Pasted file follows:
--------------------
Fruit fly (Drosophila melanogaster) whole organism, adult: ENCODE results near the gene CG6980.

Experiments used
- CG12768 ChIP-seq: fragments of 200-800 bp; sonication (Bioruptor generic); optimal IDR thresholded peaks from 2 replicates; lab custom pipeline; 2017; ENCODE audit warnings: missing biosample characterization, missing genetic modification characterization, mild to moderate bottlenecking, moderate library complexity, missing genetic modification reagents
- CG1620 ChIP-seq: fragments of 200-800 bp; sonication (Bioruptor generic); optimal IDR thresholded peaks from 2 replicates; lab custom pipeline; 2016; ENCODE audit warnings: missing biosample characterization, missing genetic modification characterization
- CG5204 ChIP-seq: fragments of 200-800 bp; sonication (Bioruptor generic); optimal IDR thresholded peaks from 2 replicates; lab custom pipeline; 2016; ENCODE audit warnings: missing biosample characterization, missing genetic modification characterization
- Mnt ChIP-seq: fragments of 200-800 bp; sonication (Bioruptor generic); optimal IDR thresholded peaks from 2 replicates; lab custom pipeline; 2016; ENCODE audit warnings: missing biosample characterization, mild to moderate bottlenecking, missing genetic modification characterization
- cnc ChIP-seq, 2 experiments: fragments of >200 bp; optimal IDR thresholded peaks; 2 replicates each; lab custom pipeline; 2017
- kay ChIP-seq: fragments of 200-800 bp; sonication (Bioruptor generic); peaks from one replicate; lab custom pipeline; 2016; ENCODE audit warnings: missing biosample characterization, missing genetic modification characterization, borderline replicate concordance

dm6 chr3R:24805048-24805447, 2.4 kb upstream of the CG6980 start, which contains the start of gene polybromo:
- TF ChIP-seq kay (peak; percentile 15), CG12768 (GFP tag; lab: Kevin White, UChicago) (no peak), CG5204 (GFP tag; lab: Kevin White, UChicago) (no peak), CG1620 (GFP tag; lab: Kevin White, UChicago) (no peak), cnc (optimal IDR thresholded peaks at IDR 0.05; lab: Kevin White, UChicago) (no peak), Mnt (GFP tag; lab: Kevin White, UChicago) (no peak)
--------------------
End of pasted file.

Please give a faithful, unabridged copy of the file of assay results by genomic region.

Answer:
Fruit fly (Drosophila melanogaster) whole organism, adult: ENCODE results near the gene CG6980.

Experiments used
- CG12768 ChIP-seq: fragments of 200-800 bp; sonication (Bioruptor generic); optimal IDR thresholded peaks from 2 replicates; lab custom pipeline; 2017; ENCODE audit warnings: missing biosample characterization, missing genetic modification characterization, mild to moderate bottlenecking, moderate library complexity, missing genetic modification reagents
- CG1620 ChIP-seq: fragments of 200-800 bp; sonication (Bioruptor generic); optimal IDR thresholded peaks from 2 replicates; lab custom pipeline; 2016; ENCODE audit warnings: missing biosample characterization, missing genetic modification characterization
- CG5204 ChIP-seq: fragments of 200-800 bp; sonication (Bioruptor generic); optimal IDR thresholded peaks from 2 replicates; lab custom pipeline; 2016; ENCODE audit warnings: missing biosample characterization, missing genetic modification characterization
- Mnt ChIP-seq: fragments of 200-800 bp; sonication (Bioruptor generic); optimal IDR thresholded peaks from 2 replicates; lab custom pipeline; 2016; ENCODE audit warnings: missing biosample characterization, mild to moderate bottlenecking, missing genetic modification characterization
- cnc ChIP-seq, 2 experiments: fragments of >200 bp; optimal IDR thresholded peaks; 2 replicates each; lab custom pipeline; 2017
- kay ChIP-seq: fragments of 200-800 bp; sonication (Bioruptor generic); peaks from one replicate; lab custom pipeline; 2016; ENCODE audit warnings: missing biosample characterization, missing genetic modification characterization, borderline replicate concordance

dm6 chr3R:24805048-24805447, 2.4 kb upstream of the CG6980 start, which contains the start of gene polybromo:
- TF ChIP-seq kay (peak; percentile 15), CG12768 (GFP tag; lab: Kevin White, UChicago) (no peak), CG5204 (GFP tag; lab: Kevin White, UChicago) (no peak), CG1620 (GFP tag; lab: Kevin White, UChicago) (no peak), cnc (optimal IDR thresholded peaks at IDR 0.05; lab: Kevin White, UChicago) (no peak), Mnt (GFP tag; lab: Kevin White, UChicago) (no peak)